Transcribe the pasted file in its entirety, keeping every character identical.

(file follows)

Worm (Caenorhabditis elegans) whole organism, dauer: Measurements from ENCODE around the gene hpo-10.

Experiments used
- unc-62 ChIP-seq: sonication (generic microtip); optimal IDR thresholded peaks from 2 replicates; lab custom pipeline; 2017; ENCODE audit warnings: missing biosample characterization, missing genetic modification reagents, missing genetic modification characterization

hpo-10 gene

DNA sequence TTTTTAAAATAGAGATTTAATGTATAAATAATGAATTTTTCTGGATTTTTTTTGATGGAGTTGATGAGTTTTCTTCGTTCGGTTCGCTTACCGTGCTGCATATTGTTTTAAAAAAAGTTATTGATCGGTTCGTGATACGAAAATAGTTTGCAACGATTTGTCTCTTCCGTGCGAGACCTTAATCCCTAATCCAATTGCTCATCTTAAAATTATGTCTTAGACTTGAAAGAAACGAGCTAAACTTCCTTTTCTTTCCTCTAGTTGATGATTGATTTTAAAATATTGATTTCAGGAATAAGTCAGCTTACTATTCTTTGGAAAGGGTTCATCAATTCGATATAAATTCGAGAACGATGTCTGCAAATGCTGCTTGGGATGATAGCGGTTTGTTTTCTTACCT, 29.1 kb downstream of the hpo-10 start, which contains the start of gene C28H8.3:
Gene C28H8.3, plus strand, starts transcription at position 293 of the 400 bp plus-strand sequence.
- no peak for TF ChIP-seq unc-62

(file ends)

Worm (Caenorhabditis elegans) whole organism, dauer: Measurements from ENCODE around the gene hpo-10.

Experiments used
- unc-62 ChIP-seq: sonication (generic microtip); optimal IDR thresholded peaks from 2 replicates; lab custom pipeline; 2017; ENCODE audit warnings: missing biosample characterization, missing genetic modification reagents, missing genetic modification characterization

hpo-10 gene

DNA sequence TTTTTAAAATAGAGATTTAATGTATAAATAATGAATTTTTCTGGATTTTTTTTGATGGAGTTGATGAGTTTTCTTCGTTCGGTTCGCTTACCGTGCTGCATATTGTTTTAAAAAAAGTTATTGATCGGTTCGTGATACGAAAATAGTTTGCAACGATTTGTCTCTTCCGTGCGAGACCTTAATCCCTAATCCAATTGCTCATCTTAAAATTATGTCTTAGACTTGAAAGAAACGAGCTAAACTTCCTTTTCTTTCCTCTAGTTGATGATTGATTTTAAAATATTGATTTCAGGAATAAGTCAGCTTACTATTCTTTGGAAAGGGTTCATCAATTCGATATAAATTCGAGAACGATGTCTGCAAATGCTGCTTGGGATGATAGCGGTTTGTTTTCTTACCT, 29.1 kb downstream of the hpo-10 start, which contains the start of gene C28H8.3:
Gene C28H8.3, plus strand, starts transcription at position 293 of the 400 bp plus-strand sequence.
- no peak for TF ChIP-seq unc-62